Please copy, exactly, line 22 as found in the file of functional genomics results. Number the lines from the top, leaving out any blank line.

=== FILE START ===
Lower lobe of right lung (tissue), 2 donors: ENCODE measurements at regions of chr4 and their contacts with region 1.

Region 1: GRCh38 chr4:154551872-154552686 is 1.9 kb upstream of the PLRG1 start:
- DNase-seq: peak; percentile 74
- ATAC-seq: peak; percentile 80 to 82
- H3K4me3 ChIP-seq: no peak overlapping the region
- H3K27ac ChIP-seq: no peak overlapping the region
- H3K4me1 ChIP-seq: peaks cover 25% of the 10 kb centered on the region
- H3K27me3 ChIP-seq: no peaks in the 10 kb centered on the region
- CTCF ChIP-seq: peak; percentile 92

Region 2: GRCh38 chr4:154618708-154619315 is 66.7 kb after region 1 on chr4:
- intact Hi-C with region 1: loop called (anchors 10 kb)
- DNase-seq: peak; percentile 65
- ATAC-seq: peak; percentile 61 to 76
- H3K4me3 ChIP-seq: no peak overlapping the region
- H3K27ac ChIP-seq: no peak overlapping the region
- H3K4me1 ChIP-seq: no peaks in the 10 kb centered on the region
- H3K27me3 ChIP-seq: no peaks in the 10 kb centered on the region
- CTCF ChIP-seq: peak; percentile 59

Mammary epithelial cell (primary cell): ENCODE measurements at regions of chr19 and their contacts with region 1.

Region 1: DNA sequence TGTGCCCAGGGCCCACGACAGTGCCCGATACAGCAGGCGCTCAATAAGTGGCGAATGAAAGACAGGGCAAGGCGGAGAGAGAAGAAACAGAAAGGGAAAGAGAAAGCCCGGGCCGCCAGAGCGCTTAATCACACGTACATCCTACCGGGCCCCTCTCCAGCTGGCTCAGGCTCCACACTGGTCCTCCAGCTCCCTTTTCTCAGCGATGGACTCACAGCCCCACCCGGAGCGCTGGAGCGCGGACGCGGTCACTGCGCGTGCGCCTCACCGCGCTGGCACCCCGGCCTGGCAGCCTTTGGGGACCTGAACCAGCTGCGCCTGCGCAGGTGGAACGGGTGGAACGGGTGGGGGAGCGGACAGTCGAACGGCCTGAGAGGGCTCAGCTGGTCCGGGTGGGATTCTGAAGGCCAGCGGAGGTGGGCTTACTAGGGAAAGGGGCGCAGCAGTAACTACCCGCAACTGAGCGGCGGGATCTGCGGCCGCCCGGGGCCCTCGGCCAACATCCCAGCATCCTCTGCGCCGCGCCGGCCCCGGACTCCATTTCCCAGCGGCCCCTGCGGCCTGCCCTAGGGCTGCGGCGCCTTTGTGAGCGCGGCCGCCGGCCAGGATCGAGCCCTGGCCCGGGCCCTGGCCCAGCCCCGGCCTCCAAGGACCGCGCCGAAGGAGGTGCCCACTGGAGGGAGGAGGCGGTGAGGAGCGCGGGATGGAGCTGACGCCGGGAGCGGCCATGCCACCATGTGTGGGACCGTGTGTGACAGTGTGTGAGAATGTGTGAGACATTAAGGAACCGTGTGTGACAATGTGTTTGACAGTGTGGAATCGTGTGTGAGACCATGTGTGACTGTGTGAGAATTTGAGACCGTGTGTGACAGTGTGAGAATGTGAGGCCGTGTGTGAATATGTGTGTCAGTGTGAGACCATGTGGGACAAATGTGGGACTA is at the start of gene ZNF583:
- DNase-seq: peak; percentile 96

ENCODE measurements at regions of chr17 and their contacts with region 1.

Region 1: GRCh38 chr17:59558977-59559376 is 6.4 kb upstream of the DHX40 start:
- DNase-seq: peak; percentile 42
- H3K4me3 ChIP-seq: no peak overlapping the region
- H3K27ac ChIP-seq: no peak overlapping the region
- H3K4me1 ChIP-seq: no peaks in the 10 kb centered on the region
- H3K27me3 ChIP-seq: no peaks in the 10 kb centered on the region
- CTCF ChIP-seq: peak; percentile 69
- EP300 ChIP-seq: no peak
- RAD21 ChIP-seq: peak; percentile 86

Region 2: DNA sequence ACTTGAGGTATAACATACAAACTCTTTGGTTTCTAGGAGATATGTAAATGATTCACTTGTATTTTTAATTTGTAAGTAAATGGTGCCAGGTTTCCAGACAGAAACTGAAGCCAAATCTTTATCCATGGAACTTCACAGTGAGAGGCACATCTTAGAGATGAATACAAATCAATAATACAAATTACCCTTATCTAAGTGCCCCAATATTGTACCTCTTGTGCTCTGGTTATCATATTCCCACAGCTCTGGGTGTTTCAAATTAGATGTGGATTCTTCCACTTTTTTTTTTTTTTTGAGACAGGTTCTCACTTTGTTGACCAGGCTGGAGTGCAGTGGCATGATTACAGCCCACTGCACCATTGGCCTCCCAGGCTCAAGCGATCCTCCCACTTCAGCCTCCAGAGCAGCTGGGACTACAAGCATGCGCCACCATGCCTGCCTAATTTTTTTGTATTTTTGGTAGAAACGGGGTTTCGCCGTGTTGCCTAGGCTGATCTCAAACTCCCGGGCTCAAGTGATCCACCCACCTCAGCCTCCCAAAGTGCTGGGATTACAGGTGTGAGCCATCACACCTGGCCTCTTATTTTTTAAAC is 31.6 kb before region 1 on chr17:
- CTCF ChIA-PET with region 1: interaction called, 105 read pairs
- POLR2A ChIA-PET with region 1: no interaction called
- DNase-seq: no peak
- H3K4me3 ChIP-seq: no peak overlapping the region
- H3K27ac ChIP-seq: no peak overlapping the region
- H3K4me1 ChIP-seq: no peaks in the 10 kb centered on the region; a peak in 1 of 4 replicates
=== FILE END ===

ENCODE measurements at regions of chr17 and their contacts with region 1.